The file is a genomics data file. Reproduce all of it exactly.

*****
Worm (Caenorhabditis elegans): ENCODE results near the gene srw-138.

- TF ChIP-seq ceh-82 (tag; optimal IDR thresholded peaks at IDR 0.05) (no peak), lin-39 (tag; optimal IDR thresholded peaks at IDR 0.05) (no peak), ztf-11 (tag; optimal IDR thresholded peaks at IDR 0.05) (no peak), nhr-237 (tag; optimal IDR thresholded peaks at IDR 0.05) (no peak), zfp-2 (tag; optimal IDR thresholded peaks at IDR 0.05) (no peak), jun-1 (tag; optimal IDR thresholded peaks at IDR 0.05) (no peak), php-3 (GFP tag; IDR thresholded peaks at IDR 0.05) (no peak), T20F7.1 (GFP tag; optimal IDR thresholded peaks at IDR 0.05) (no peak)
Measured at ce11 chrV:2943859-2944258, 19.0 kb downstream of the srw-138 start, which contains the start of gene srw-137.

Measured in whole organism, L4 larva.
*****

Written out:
Worm (Caenorhabditis elegans): ENCODE results near the gene srw-138.

- TF ChIP-seq ceh-82 (tag; optimal IDR thresholded peaks at IDR 0.05) (no peak), lin-39 (tag; optimal IDR thresholded peaks at IDR 0.05) (no peak), ztf-11 (tag; optimal IDR thresholded peaks at IDR 0.05) (no peak), nhr-237 (tag; optimal IDR thresholded peaks at IDR 0.05) (no peak), zfp-2 (tag; optimal IDR thresholded peaks at IDR 0.05) (no peak), jun-1 (tag; optimal IDR thresholded peaks at IDR 0.05) (no peak), php-3 (GFP tag; IDR thresholded peaks at IDR 0.05) (no peak), T20F7.1 (GFP tag; optimal IDR thresholded peaks at IDR 0.05) (no peak)
Measured at ce11 chrV:2943859-2944258, 19.0 kb downstream of the srw-138 start, which contains the start of gene srw-137.

Measured in whole organism, L4 larva.